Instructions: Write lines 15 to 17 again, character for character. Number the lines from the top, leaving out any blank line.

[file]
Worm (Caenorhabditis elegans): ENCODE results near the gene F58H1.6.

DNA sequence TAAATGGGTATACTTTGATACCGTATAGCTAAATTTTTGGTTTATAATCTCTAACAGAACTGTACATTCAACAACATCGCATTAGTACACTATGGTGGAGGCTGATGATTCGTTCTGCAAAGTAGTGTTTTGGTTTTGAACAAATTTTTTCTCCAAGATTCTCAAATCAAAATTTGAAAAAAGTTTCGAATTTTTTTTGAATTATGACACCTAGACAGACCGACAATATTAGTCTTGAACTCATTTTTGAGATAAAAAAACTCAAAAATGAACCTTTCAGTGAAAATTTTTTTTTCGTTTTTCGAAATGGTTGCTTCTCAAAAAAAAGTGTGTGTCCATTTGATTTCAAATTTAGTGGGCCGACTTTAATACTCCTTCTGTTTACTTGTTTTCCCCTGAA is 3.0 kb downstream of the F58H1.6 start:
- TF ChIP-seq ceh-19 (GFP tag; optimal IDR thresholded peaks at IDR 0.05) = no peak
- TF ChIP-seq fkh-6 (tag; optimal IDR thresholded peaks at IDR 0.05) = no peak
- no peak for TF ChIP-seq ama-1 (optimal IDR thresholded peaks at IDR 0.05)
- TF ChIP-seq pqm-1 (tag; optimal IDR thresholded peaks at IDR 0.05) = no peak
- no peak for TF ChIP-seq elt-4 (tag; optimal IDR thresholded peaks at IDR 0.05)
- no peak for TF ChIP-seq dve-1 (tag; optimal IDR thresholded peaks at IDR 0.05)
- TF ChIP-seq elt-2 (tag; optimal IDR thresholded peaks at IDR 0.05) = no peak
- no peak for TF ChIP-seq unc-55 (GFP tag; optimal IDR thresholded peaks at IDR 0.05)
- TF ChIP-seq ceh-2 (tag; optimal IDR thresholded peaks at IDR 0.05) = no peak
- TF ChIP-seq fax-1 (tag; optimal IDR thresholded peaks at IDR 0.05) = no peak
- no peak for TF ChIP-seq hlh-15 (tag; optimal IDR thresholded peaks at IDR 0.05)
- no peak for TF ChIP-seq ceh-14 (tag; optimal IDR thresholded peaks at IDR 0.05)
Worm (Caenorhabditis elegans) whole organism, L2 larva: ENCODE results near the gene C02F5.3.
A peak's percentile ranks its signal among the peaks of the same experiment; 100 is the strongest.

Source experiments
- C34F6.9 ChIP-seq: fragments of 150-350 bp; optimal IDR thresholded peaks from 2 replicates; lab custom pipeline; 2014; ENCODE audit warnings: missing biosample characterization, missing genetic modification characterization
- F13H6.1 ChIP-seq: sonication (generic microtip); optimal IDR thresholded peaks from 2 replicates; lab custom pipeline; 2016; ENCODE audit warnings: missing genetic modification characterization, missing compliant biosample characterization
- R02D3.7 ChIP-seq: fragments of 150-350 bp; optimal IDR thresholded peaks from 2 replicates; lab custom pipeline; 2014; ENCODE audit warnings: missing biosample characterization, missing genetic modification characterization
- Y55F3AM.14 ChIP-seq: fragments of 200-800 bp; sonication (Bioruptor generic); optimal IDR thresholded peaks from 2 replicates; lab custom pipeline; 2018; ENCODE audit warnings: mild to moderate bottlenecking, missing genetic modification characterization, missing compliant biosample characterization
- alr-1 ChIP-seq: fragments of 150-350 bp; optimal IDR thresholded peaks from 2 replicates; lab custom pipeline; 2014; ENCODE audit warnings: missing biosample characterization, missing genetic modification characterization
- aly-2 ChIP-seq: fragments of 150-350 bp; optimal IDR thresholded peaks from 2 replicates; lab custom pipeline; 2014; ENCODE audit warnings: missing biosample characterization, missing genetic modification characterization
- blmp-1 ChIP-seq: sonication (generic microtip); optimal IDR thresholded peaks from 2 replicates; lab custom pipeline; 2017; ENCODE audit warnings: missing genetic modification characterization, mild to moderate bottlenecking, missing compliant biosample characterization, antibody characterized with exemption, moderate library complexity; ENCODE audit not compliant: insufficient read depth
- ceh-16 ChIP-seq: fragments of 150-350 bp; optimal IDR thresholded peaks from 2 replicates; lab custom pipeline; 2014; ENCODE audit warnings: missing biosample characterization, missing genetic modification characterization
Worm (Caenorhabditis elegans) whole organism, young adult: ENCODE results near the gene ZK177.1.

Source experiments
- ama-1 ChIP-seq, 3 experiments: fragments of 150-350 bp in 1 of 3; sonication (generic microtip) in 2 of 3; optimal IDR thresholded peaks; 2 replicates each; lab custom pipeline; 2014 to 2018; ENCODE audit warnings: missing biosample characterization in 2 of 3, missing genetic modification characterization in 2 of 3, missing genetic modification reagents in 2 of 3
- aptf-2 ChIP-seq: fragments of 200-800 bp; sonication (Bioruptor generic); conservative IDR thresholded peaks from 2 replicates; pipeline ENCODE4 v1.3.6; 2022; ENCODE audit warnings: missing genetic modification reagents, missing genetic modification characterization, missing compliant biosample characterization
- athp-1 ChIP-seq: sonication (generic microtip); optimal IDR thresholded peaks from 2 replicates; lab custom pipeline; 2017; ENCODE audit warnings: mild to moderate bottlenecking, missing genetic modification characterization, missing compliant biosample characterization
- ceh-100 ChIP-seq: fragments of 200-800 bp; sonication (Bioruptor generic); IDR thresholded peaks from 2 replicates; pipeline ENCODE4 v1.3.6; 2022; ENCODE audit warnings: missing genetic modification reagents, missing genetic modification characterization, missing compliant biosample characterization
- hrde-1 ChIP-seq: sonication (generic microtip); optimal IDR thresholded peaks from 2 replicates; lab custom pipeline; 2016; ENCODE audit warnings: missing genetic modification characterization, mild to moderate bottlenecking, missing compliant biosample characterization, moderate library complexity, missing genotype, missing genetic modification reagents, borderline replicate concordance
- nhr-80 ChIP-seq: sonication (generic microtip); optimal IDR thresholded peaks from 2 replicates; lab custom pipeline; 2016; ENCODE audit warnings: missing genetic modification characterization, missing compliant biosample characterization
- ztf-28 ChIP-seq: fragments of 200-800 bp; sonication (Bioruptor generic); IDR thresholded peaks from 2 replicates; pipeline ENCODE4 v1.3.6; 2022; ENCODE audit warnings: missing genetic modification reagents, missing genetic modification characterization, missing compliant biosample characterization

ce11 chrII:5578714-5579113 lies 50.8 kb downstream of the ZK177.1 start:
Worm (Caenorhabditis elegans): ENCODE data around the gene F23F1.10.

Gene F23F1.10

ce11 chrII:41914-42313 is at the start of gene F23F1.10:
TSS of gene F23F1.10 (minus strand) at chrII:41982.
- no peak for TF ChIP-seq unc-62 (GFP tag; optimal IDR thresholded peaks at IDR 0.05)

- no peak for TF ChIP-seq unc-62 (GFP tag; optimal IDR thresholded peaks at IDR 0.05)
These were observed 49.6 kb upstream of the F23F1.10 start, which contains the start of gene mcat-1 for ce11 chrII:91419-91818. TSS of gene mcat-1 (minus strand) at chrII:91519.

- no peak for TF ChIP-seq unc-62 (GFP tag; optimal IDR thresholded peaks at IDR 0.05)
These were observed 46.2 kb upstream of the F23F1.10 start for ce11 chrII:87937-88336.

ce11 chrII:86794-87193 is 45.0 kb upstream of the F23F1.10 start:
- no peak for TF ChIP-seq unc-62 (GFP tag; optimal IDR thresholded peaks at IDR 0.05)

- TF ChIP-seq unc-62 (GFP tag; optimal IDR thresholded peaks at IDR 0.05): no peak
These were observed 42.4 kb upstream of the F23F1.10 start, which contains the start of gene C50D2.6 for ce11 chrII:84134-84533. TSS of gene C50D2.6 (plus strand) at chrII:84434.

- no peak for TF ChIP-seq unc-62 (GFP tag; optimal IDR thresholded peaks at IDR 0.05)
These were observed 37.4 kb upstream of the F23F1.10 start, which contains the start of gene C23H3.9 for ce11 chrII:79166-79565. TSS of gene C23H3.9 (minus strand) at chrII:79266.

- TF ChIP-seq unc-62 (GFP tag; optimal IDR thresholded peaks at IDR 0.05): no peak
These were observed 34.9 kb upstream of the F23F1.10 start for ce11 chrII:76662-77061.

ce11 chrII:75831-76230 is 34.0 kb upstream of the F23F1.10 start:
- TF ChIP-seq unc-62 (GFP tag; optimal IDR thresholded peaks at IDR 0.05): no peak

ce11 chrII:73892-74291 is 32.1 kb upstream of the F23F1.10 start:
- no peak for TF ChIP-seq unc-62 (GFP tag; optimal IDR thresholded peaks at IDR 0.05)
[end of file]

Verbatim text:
Worm (Caenorhabditis elegans) whole organism, L2 larva: ENCODE results near the gene C02F5.3.
A peak's percentile ranks its signal among the peaks of the same experiment; 100 is the strongest.

Source experiments